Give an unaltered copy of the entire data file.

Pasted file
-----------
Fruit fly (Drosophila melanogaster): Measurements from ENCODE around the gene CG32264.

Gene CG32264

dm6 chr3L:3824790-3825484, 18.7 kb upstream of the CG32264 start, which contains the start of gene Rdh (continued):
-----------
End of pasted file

Fruit fly (Drosophila melanogaster): Measurements from ENCODE around the gene CG32264.

Gene CG32264

dm6 chr3L:3824790-3825484, 18.7 kb upstream of the CG32264 start, which contains the start of gene Rdh (continued):